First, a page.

Sen. Blunt: Trump Needs To 'Step Up' On Gun Violence Prevention

Cheryl Sanders
September 10, 2019

That prompted a letter to Trump Monday from Senate Minority Leader Chuck Schumer and House Speaker Nancy Pelosi, asking for his support on gun control legislation.

Dayton, Ohio, Mayor Nan Whaley, whose community lost nine people in an August 4 mass shooting, joined the Democrats calling for the Senate to vote on the House's background check bill.

The NRA's response to the two mass shootings in Texas was a "personal protection expo" in Fort Worth, a three-day event earlier this month that included 120 seminars.

Representative Veronica Escobar (D-TX), Senator Sherrod Brown (D-OH) and Dayton, Ohio, Mayor Nan Whaley were also present for the press conference. The bill, approved in February, would expand background checks to cover private sales such as one that allowed a Texas shooting suspect to purchase his weapon before killing seven people last month.

Trump has acknowledged conversations with National Rifle Association CEO Wayne LaPierre, detailing that organization's worries that any legislation responding to mass shootings would create a "slippery slope" leading to an erosion of gun rights. Congress openly votes. The president signs the bill into law or vetoes it. Force Trump to stop vacillating and to sign or veto bills.

Democrats are also set to consider a handful of other gun control provisions later this week in the Judiciary committee. On the table are so-called "red flag" laws to address mentally ill people owning firearms, limitations on magazine capacities for assault-style weapons, and, most importantly for Democrats, increased background checks to include almost every private and commercial transaction involving a gun, eliminating the gun show and online loopholes.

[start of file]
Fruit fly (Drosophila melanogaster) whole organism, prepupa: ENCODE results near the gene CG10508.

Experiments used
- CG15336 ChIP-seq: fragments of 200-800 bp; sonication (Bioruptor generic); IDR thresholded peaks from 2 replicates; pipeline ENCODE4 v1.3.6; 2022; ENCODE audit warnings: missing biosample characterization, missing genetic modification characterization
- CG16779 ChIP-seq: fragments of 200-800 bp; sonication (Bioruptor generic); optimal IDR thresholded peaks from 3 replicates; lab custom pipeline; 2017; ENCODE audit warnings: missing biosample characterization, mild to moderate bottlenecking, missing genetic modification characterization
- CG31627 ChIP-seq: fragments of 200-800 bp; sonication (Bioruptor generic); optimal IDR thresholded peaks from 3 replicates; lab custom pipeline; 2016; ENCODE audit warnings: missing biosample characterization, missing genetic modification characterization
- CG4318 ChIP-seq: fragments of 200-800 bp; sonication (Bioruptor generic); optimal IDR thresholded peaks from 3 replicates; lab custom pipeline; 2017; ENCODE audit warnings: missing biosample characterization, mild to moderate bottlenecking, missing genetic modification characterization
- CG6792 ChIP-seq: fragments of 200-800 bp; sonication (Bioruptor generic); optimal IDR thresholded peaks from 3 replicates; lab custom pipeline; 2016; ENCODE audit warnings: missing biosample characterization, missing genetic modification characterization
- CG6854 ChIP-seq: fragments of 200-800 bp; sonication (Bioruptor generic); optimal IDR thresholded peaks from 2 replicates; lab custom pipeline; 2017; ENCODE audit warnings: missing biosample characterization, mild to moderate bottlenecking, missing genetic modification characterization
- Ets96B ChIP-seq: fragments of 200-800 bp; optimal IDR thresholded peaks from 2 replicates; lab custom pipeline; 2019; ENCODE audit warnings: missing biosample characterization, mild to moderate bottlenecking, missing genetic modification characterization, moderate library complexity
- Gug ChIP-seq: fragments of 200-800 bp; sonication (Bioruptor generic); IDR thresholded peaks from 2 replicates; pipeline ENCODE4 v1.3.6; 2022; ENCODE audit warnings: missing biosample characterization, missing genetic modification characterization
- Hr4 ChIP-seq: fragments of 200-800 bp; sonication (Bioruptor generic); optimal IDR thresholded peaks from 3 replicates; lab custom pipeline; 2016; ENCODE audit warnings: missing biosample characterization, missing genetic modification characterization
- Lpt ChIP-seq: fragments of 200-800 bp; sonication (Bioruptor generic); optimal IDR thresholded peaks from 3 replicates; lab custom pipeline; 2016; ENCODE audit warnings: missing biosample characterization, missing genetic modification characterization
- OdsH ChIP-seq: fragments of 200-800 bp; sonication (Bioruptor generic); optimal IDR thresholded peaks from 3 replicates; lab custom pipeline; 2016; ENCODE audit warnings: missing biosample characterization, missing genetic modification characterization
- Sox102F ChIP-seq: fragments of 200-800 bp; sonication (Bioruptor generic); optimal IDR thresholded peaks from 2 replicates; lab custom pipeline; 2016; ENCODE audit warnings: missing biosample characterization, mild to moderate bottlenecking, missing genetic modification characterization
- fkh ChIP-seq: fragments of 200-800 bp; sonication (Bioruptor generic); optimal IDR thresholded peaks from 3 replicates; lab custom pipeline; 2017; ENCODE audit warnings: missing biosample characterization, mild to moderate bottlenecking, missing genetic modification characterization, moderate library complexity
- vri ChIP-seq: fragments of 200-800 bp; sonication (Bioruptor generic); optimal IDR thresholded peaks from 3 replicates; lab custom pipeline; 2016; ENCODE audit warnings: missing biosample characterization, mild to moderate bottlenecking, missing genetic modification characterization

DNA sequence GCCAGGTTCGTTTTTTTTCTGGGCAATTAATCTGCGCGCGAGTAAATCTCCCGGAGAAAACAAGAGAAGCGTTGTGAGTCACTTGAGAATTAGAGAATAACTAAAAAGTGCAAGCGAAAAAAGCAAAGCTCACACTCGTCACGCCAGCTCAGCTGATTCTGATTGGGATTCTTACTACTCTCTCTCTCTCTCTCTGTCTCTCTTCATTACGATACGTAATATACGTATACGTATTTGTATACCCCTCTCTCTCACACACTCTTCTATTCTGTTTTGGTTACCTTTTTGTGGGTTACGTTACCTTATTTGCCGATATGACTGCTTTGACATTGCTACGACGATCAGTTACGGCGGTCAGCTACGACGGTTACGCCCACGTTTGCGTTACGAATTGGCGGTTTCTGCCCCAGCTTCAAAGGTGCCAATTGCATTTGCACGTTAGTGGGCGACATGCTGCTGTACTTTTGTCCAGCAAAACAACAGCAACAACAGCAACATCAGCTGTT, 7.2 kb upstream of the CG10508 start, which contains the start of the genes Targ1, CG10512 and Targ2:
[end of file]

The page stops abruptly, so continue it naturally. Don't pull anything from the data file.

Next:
And the White House needs to pick up the pace on negotiations with Congress over a revised NAFTA trade agreement if Trump's top legislative priority, now called the United States-Mexico-Canada trade agreement, is to become law this year.

Ueland and other White House officials bristle when Republicans say they are not sure what Trump would support.

"As I drop my kids off at school in a Republican region and in a line of minivans and SUVs ... nine out of 10 of those folks don't have a problem with background checks", he said. "It's something they understand that we have to do as Americans because we are part of a greater society".

But Missouri Sen. Roy Blunt, the No. 4 in Senate GOP leadership, made clear Sunday that the president's shifts are confusing.

Democratic Senator Chris Murphy, a leading gun control advocate, issued a statement on Monday saying that "time is running short" to strike a deal on a background check bill that could pass Congress. We're dealing with Republicans.

"There isn't anyone whose political survival is more important than the survival of children", Pelosi, D-Calif., said alongside Schumer. He said the White House team talked about "a suite of solutions" and that background checks "are certainly on the table". "They can't escape that responsibility". "We are not taking no for an answer". "We are not going away".

"What courage does it take to support legislation that will save lives?" Pat Toomey of Pennsylvania that has failed in previous votes.

Republicans and Democrats both say one of voters' chief concerns is the high cost of prescription drugs. Schumer added that too many Americans are losing their lives to gun violence because of loopholes in the federal background check system.

Senate Majority Leader Mitch McConnell spoke on the Senate's plans for September, addressing the upcoming departure of Georgia Republican Johnny Isakson, who is leaving the Senate for health reasons.

Other reports by iNewsToday